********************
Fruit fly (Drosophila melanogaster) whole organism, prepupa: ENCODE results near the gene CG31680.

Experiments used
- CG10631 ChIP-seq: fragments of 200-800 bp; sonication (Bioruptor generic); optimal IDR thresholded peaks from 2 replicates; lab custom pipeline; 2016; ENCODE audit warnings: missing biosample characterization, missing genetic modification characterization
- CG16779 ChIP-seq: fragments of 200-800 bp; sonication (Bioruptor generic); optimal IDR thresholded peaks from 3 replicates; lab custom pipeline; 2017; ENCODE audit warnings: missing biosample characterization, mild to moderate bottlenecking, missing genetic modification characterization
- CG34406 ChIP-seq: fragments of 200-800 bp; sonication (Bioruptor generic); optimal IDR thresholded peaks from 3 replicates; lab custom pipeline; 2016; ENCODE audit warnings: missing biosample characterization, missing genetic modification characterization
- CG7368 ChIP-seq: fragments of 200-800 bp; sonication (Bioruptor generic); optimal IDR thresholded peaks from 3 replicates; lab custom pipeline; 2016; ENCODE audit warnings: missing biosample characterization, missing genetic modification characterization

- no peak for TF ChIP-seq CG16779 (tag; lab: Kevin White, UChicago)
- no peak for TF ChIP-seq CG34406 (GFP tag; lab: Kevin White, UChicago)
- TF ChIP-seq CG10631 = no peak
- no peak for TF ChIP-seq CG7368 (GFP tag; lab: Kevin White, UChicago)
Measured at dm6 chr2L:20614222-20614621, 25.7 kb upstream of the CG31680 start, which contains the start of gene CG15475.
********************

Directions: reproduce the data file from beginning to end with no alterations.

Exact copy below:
Fruit fly (Drosophila melanogaster) whole organism, prepupa: ENCODE results near the gene CG31680.

Experiments used
- CG10631 ChIP-seq: fragments of 200-800 bp; sonication (Bioruptor generic); optimal IDR thresholded peaks from 2 replicates; lab custom pipeline; 2016; ENCODE audit warnings: missing biosample characterization, missing genetic modification characterization
- CG16779 ChIP-seq: fragments of 200-800 bp; sonication (Bioruptor generic); optimal IDR thresholded peaks from 3 replicates; lab custom pipeline; 2017; ENCODE audit warnings: missing biosample characterization, mild to moderate bottlenecking, missing genetic modification characterization
- CG34406 ChIP-seq: fragments of 200-800 bp; sonication (Bioruptor generic); optimal IDR thresholded peaks from 3 replicates; lab custom pipeline; 2016; ENCODE audit warnings: missing biosample characterization, missing genetic modification characterization
- CG7368 ChIP-seq: fragments of 200-800 bp; sonication (Bioruptor generic); optimal IDR thresholded peaks from 3 replicates; lab custom pipeline; 2016; ENCODE audit warnings: missing biosample characterization, missing genetic modification characterization

- no peak for TF ChIP-seq CG16779 (tag; lab: Kevin White, UChicago)
- no peak for TF ChIP-seq CG34406 (GFP tag; lab: Kevin White, UChicago)
- TF ChIP-seq CG10631 = no peak
- no peak for TF ChIP-seq CG7368 (GFP tag; lab: Kevin White, UChicago)
Measured at dm6 chr2L:20614222-20614621, 25.7 kb upstream of the CG31680 start, which contains the start of gene CG15475.